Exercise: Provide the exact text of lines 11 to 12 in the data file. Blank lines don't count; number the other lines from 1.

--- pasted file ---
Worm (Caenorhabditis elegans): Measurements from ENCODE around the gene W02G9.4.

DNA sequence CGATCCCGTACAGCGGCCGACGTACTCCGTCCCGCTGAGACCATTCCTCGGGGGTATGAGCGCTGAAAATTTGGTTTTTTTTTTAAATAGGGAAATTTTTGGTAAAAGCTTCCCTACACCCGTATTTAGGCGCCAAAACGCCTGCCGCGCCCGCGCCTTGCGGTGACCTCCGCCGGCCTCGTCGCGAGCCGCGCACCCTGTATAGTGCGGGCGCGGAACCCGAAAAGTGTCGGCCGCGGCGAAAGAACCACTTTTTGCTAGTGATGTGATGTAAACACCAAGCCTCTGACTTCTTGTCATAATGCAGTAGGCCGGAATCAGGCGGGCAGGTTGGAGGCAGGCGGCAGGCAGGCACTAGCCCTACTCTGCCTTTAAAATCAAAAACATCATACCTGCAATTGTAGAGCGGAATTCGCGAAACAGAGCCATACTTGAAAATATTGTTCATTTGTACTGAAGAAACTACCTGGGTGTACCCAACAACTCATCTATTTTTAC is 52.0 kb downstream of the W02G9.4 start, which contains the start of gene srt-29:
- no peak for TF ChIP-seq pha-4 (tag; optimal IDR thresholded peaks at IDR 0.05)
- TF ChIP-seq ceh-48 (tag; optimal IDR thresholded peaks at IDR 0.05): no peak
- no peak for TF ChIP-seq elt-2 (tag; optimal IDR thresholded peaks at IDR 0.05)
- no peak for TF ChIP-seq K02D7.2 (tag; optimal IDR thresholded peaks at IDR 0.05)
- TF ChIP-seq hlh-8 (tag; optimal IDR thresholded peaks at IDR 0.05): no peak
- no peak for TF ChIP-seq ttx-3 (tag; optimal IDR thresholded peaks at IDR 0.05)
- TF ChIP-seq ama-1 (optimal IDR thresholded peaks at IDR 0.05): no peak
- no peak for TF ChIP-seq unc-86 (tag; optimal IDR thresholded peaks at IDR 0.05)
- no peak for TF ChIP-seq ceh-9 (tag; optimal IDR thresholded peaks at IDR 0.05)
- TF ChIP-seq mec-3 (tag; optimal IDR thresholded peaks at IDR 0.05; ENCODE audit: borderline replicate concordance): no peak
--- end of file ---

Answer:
- no peak for TF ChIP-seq ceh-9 (tag; optimal IDR thresholded peaks at IDR 0.05)
- TF ChIP-seq mec-3 (tag; optimal IDR thresholded peaks at IDR 0.05; ENCODE audit: borderline replicate concordance): no peak